I only wish Åkerlund was able to flesh out Varg’s character as much as Euronymous. Even though the others (Faust and Dead particularly) do some pretty heinous things (this film is not for the squeamish as blood flows freely from close-up lacerations of metal into flesh), we can accept their peripheral roles as mere catalysts to their Black Circle president’s constant marketing spin. Varg is different, though. On one hand he’s Euronymous’ creation and on the other he’s his superior. Cohen plays the role with a quietly shy intensity before praise from his peers for an ever-escalating pattern of violence emboldens him to escape the shell he sought to leave behind. Rather than appreciate that complex mental devolution, though, the film wields him like an imbecilic punch line.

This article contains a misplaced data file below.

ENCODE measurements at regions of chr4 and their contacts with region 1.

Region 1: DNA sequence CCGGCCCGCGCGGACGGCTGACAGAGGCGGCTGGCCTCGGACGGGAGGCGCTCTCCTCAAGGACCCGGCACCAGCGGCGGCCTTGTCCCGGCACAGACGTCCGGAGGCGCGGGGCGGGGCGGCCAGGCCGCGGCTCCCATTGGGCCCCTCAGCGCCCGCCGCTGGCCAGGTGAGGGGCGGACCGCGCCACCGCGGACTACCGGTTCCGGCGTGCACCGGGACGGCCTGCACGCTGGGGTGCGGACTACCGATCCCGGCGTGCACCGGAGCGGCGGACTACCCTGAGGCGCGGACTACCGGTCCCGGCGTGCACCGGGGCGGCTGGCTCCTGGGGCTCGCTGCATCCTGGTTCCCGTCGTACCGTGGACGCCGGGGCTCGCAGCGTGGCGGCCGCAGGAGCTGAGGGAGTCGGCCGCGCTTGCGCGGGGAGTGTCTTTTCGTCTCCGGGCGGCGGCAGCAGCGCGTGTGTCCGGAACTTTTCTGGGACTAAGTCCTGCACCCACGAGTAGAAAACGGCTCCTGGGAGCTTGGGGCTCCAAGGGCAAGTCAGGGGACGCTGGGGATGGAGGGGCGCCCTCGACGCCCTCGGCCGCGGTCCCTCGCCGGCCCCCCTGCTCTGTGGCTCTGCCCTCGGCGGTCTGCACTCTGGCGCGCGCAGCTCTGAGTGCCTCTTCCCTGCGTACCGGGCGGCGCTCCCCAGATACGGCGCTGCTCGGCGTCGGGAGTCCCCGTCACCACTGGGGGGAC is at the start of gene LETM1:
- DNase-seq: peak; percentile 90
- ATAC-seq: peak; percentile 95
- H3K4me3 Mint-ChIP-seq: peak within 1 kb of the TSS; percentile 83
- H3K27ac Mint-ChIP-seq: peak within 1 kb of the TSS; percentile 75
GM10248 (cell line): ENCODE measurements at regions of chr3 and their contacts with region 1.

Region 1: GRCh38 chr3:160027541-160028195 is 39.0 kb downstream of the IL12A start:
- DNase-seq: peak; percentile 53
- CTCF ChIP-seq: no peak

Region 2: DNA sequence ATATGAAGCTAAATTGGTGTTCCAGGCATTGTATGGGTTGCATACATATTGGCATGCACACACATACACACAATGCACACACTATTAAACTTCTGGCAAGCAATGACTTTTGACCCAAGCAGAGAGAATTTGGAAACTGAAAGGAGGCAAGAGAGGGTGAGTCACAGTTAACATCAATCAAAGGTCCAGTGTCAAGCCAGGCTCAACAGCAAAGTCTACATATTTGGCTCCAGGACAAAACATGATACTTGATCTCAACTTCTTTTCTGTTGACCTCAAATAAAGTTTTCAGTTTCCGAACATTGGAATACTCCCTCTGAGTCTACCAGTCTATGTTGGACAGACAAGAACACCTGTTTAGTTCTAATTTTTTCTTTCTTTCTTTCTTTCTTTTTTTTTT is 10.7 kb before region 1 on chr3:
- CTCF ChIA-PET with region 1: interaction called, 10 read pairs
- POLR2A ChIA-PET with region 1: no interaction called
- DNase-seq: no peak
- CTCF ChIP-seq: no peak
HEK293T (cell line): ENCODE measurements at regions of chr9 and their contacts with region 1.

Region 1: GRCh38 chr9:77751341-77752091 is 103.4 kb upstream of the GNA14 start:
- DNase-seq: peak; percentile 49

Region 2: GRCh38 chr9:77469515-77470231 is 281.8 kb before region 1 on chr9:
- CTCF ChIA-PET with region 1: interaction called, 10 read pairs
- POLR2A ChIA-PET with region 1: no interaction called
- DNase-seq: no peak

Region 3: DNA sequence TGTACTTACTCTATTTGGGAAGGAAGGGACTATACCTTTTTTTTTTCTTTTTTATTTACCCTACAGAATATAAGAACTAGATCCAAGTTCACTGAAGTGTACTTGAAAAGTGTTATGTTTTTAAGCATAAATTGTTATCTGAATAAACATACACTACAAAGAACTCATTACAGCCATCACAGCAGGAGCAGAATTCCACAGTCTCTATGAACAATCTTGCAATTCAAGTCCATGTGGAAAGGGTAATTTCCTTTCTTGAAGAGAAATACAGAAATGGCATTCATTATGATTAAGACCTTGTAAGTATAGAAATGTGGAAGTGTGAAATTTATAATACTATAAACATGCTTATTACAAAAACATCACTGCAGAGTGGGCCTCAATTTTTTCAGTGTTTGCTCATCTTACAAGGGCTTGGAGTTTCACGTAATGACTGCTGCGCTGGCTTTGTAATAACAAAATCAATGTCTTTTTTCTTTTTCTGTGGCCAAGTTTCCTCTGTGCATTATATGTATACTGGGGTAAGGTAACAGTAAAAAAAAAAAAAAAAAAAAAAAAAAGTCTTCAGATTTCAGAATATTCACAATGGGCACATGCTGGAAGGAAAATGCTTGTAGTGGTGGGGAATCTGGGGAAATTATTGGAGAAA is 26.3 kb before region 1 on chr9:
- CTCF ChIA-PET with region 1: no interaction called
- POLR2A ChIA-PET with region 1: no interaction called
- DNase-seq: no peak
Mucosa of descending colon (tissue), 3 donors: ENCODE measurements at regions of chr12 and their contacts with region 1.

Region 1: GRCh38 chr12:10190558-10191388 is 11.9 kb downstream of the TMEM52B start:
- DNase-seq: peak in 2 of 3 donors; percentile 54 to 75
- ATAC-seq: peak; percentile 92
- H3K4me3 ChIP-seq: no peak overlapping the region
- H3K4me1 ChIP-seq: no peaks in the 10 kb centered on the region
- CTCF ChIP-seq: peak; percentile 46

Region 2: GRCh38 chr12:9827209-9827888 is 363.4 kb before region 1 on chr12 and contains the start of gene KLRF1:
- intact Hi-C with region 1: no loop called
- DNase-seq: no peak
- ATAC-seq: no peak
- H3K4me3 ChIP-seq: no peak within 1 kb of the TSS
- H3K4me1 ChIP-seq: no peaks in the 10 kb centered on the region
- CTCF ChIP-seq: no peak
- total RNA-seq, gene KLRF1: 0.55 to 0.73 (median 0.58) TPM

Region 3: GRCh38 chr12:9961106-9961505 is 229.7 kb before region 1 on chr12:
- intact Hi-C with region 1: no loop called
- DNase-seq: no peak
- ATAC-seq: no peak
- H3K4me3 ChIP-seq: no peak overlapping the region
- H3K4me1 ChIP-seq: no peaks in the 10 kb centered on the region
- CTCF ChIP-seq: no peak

It makes sense since Euronymous is our narrator and the man who set this demonic ball a-rolling, but that disrespect of Varg’s power and mirrored contrast does diminish his effect. Giving the former a real girlfriend (Sky Ferreira‘s photographer Ann-Marit) while the latter disposes of women like trash only augments the reading that Euronymous’ legacy is being protected while Varg’s is slandered. We’re talking about a character whose trajectory is a by-product of his entitlement with Euronymous’ impact visibly present behind every bad act done unto him by another. Varg is conversely the “victim.” He’s the one we should sympathize with because he’s been used as a pawn since day one. He might be dumb as rocks, but you almost have to respect his warped sense of pride.